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Metals 2013, 3(1), 49-57; doi:10.3390/met3010049

Article
Permeability of Aluminium Foams Produced by Replication Casting
Eugeny L. Furman 1, Arcady B. Finkelstein 1 and Maxim L. Cherny 2,*
1
Department of Foundry Engineering, Ural Federal University, Ekaterinburg 620002, Russia; E-Mails: frm@mtf.ustu.ru (E.L.F.); avinkel@mail.ru (A.B.F.)
2
Composite Materials Ltd., Ekaterinburg 620000, Russia
*
Author to whom correspondence should be addressed; E-Mail: fs@kompmat.ru; Tel.: +7-902-878-3870; Fax: +7-343-344-4411.
Received: 18 September 2012; in revised form: 6 December 2012 / Accepted: 20 December 2012 /
Published: 28 December 2012

Abstract

: The replication casting process is used for manufacturing open-pore aluminum foams with advanced performances, such as stability and repeatability of foam structure with porosity over 60%. A simple foam structure model based on the interaction between sodium chloride solid particles poorly wetted by melted aluminum, which leads to the formation of air pockets (or “air collars”), is proposed for the permeability of porous material. The equation for the minimum pore radius of replicated aluminum foam is derived. According to the proposed model, the main assumption of the permeability model consists in a concentration of flow resistance in a circular aperture of radius rmin. The permeability of aluminum open-pore foams is measured using transformer oil as the fluid, changing the fractions of initial sodium chloride. Measured values of minimum pore size are close to theoretically predicted ones regardless of the particle shape. The expression for the permeability of replicated aluminum foam derived on the basis of the “bottleneck” model of porous media agrees well with the experimental data. The obtained data can be applied for commercial filter cells and pneumatic silencers.
Keywords:
aluminum foam; porous casting; replication process; permeability of aluminum open-pore foams

1. Introduction

Open-pore metal sponges offer a wide range of possible applications, such as heat-exchangers, fuel cells, filtering processes, etc. Accordingly, many state-of-the-art technologies are used for obtaining such permeable materials [1,2].

Replication casting can provide the advanced performances such as stability and repeatability of foam structure. Briefly, the process can be described by the following steps. The porous bed of preheated NaCl particles is infiltrated with molten metal. The resulting composite after solidification can be shaped into the desirable form, and then salt is subsequently removed by dissolution in water. Infiltration can be actuated by vacuum suction [3] or under high gas pressure [4]. Sodium chloride can be preheated either in the mold before the infiltration [4], or separately [5].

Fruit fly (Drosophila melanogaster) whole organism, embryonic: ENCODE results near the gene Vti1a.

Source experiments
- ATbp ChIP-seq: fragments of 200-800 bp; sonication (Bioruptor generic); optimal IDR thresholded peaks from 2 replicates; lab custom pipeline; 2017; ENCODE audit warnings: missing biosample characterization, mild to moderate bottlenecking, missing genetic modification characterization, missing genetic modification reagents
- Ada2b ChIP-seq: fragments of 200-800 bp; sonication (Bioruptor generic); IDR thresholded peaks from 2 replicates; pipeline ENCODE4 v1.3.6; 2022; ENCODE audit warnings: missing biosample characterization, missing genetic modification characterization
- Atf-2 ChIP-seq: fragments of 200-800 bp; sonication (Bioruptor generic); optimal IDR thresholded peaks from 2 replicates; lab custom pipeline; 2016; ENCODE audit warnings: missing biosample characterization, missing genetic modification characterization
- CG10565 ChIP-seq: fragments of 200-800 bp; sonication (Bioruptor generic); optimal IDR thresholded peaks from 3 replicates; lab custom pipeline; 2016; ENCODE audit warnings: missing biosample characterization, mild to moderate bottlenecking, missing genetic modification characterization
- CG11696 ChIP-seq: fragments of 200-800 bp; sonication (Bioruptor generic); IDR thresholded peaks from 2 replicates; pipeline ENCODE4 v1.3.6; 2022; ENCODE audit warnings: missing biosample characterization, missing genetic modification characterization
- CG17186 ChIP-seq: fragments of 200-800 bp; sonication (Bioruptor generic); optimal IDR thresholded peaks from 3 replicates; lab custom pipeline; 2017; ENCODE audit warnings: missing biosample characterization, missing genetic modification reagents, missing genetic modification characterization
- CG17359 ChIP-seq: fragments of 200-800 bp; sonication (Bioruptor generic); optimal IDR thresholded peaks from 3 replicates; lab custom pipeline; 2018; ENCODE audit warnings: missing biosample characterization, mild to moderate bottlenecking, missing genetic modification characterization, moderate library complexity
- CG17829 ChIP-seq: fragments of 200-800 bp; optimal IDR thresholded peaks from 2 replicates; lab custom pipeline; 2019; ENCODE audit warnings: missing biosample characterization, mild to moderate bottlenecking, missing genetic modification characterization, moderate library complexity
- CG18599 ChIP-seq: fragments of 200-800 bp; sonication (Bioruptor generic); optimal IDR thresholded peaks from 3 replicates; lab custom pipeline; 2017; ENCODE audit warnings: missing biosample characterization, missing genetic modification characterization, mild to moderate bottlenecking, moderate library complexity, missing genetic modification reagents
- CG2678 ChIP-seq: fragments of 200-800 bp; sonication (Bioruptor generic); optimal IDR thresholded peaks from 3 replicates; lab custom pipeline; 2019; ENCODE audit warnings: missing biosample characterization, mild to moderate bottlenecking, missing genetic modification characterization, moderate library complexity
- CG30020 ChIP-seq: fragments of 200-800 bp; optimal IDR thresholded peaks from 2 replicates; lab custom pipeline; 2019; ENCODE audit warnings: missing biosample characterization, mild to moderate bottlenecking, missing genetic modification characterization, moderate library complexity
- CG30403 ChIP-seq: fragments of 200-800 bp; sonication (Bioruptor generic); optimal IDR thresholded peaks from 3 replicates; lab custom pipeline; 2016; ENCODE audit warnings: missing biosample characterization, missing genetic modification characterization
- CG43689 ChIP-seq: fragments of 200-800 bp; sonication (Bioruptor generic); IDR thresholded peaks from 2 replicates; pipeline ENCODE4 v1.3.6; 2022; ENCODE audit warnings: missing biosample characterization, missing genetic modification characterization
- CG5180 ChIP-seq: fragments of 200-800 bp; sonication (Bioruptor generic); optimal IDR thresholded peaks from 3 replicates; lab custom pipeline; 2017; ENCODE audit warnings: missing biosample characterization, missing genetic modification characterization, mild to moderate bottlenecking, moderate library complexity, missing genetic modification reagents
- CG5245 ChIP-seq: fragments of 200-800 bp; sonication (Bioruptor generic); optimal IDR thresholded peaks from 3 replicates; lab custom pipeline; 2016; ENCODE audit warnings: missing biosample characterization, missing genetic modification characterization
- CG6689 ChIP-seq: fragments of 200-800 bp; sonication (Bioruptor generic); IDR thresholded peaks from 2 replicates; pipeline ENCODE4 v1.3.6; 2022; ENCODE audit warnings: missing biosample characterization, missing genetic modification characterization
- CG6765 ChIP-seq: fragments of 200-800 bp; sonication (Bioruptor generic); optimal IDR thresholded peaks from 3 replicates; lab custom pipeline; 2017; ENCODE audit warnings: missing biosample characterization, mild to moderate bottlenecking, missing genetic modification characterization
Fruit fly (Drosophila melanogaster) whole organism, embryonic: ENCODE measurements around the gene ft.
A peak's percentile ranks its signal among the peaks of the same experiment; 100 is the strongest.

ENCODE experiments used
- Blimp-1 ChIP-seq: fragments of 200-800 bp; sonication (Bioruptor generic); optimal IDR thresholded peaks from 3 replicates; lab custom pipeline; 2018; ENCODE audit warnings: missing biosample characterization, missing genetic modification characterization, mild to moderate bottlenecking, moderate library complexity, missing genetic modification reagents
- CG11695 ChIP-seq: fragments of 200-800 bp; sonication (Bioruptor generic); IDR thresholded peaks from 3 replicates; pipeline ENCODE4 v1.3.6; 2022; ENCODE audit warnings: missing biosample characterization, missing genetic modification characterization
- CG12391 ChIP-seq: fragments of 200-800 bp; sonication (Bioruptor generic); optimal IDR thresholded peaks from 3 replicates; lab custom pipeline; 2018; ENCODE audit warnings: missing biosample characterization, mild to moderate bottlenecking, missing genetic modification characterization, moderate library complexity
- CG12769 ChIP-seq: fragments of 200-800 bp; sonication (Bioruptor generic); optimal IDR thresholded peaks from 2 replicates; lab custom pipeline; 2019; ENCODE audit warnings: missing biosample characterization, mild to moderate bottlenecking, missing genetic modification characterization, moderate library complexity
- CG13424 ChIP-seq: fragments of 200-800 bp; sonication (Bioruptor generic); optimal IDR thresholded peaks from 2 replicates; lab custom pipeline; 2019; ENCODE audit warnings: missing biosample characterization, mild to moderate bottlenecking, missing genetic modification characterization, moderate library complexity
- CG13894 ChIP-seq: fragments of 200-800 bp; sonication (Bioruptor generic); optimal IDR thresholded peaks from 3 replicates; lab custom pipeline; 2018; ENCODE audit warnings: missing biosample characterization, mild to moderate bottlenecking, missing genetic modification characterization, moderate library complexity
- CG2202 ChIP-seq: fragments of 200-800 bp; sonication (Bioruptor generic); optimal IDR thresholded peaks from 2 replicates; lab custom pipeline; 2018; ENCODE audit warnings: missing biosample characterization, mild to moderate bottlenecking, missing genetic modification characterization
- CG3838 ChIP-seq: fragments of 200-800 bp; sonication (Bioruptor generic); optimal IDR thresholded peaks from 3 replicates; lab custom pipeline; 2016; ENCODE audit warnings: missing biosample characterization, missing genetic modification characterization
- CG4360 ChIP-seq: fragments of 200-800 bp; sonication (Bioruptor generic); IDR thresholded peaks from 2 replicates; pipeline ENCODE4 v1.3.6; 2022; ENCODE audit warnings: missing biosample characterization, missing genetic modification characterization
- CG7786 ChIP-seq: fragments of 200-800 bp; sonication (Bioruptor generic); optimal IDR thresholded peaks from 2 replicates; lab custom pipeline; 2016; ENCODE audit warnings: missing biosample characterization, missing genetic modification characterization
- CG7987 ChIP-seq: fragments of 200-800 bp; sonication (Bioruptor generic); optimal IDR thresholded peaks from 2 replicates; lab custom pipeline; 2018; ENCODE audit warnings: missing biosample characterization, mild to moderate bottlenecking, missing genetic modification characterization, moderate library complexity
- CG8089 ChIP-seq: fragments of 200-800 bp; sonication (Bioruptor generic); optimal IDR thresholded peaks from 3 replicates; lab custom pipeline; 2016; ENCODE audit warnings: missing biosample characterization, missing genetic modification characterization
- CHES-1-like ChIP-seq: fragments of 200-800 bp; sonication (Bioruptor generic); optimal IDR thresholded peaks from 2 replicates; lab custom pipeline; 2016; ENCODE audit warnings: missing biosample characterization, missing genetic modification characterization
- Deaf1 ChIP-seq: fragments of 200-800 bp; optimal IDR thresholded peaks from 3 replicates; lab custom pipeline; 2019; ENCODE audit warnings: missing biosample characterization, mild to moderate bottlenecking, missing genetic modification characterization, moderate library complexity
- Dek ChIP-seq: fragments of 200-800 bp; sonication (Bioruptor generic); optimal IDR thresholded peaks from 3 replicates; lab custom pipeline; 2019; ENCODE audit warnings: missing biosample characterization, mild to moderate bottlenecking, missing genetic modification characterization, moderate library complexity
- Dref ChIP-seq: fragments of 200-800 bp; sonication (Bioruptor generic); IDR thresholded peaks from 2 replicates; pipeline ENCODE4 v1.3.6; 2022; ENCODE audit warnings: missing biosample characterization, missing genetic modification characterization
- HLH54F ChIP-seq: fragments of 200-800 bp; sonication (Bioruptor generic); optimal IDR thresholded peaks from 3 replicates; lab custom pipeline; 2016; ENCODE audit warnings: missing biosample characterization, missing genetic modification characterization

A similar technology was applied commercially by Composite Materials Ltd. (Ekaterinburg, Russia). Here, granular sodium chloride is preheated in a special furnace and is then cast into the mold. Molten aluminum infiltrates the salt bed by vacuum suction. The technology reduces production costs significantly and facilitates the manufacture of a variety of porous cast aluminum items, mainly filter cells and pneumatic silencers.

The main characteristic that determines the dimensions and features (wall thickness, surface area) of porous casting is permeability K in an integrated form of Darcy’s law:

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where Q (m3/s) is an average volumetric flow rate through the porous medium, ΔP is the pressure drop experienced by a fluid of dynamic viscosity μ traversing through the porous medium, l is the thickness of the porous medium along the direction of fluid flow, F is the average cross-section area (m2) of the porous medium perpendicularly to the direction of fluid flow.

The permeability K is determined by porous medium structure, which is the result of capillary interaction between molten metal and solid salt granules.

2. Theory

Let us assume that NaCl granules are of spherical shape with the uniform radius R. Consequently poor wettability of NaCl by molten aluminum at the contact between nearest NaCl granules leads to the formation of air pockets or “air collars” (Figure 1).

After solidification of the metal and dissolution of NaCl, the porous medium consists of cavities, shaped by parent NaCl granules connected through the air collars (Figure 2). Thereby, the replicated metal foam structure is described by two defined pore sizes: the maximum is equal to 2R and the minimum is equal to 2rmin where rmin is the internal radius of an air collar (see Figure 1).

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Figure 1. Air collars formation due to infiltration of melted metal into the layer of NaCl granules.

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Figure 1. Air collars formation due to infiltration of melted metal into the layer of NaCl granules.
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Figure 2. Porous structure model.

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Figure 2. Porous structure model.
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The shape of the air collar is described by Laplace’s Equation: